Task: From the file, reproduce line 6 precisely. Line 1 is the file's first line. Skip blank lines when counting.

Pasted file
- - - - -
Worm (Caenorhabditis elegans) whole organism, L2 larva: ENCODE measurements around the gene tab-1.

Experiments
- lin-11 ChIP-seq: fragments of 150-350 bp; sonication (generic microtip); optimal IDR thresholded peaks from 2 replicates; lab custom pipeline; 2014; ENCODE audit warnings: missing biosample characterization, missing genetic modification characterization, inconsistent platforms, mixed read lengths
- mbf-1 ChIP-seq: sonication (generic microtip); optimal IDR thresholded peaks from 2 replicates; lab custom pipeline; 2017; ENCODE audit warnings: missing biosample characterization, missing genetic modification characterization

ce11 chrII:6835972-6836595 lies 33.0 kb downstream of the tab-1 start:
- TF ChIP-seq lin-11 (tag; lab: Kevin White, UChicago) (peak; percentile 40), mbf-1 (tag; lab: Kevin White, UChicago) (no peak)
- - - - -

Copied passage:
- TF ChIP-seq lin-11 (tag; lab: Kevin White, UChicago) (peak; percentile 40), mbf-1 (tag; lab: Kevin White, UChicago) (no peak)